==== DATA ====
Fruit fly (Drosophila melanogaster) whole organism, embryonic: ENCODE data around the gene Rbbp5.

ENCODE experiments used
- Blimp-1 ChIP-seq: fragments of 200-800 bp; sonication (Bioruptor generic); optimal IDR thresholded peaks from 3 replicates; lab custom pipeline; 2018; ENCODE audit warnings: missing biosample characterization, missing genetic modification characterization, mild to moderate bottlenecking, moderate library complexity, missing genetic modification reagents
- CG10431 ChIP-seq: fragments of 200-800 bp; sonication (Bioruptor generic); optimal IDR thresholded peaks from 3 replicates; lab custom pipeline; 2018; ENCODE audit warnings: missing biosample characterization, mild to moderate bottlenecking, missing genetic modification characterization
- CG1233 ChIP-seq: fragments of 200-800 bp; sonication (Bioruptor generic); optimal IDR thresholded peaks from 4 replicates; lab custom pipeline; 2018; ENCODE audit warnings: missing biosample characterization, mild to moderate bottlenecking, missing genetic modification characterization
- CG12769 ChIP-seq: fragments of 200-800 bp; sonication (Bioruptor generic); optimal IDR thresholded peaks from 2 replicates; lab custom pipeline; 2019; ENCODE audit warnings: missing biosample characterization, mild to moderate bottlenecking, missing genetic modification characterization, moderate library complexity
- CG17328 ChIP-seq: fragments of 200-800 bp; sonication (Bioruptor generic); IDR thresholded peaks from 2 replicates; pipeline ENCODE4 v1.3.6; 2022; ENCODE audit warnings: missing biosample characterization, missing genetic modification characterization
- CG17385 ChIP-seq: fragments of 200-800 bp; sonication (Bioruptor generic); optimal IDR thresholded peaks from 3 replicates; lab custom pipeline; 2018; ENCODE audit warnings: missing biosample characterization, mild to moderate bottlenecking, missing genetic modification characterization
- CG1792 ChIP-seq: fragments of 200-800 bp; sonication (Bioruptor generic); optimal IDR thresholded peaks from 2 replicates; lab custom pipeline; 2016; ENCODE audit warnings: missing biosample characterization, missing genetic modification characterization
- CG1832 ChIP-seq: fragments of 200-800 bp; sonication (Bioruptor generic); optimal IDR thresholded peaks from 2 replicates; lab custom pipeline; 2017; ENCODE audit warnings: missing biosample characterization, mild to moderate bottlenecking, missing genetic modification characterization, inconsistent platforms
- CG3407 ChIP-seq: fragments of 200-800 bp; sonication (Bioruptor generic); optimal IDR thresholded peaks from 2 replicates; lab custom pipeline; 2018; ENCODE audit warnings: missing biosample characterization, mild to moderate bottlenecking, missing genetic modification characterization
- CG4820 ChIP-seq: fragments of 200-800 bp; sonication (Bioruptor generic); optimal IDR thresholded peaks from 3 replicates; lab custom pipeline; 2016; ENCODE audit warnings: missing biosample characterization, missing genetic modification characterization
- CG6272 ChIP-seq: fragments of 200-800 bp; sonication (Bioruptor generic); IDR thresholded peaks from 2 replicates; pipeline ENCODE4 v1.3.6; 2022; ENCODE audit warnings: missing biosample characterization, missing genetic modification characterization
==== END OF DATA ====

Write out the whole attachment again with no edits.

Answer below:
Fruit fly (Drosophila melanogaster) whole organism, embryonic: ENCODE data around the gene Rbbp5.

ENCODE experiments used
- Blimp-1 ChIP-seq: fragments of 200-800 bp; sonication (Bioruptor generic); optimal IDR thresholded peaks from 3 replicates; lab custom pipeline; 2018; ENCODE audit warnings: missing biosample characterization, missing genetic modification characterization, mild to moderate bottlenecking, moderate library complexity, missing genetic modification reagents
- CG10431 ChIP-seq: fragments of 200-800 bp; sonication (Bioruptor generic); optimal IDR thresholded peaks from 3 replicates; lab custom pipeline; 2018; ENCODE audit warnings: missing biosample characterization, mild to moderate bottlenecking, missing genetic modification characterization
- CG1233 ChIP-seq: fragments of 200-800 bp; sonication (Bioruptor generic); optimal IDR thresholded peaks from 4 replicates; lab custom pipeline; 2018; ENCODE audit warnings: missing biosample characterization, mild to moderate bottlenecking, missing genetic modification characterization
- CG12769 ChIP-seq: fragments of 200-800 bp; sonication (Bioruptor generic); optimal IDR thresholded peaks from 2 replicates; lab custom pipeline; 2019; ENCODE audit warnings: missing biosample characterization, mild to moderate bottlenecking, missing genetic modification characterization, moderate library complexity
- CG17328 ChIP-seq: fragments of 200-800 bp; sonication (Bioruptor generic); IDR thresholded peaks from 2 replicates; pipeline ENCODE4 v1.3.6; 2022; ENCODE audit warnings: missing biosample characterization, missing genetic modification characterization
- CG17385 ChIP-seq: fragments of 200-800 bp; sonication (Bioruptor generic); optimal IDR thresholded peaks from 3 replicates; lab custom pipeline; 2018; ENCODE audit warnings: missing biosample characterization, mild to moderate bottlenecking, missing genetic modification characterization
- CG1792 ChIP-seq: fragments of 200-800 bp; sonication (Bioruptor generic); optimal IDR thresholded peaks from 2 replicates; lab custom pipeline; 2016; ENCODE audit warnings: missing biosample characterization, missing genetic modification characterization
- CG1832 ChIP-seq: fragments of 200-800 bp; sonication (Bioruptor generic); optimal IDR thresholded peaks from 2 replicates; lab custom pipeline; 2017; ENCODE audit warnings: missing biosample characterization, mild to moderate bottlenecking, missing genetic modification characterization, inconsistent platforms
- CG3407 ChIP-seq: fragments of 200-800 bp; sonication (Bioruptor generic); optimal IDR thresholded peaks from 2 replicates; lab custom pipeline; 2018; ENCODE audit warnings: missing biosample characterization, mild to moderate bottlenecking, missing genetic modification characterization
- CG4820 ChIP-seq: fragments of 200-800 bp; sonication (Bioruptor generic); optimal IDR thresholded peaks from 3 replicates; lab custom pipeline; 2016; ENCODE audit warnings: missing biosample characterization, missing genetic modification characterization
- CG6272 ChIP-seq: fragments of 200-800 bp; sonication (Bioruptor generic); IDR thresholded peaks from 2 replicates; pipeline ENCODE4 v1.3.6; 2022; ENCODE audit warnings: missing biosample characterization, missing genetic modification characterization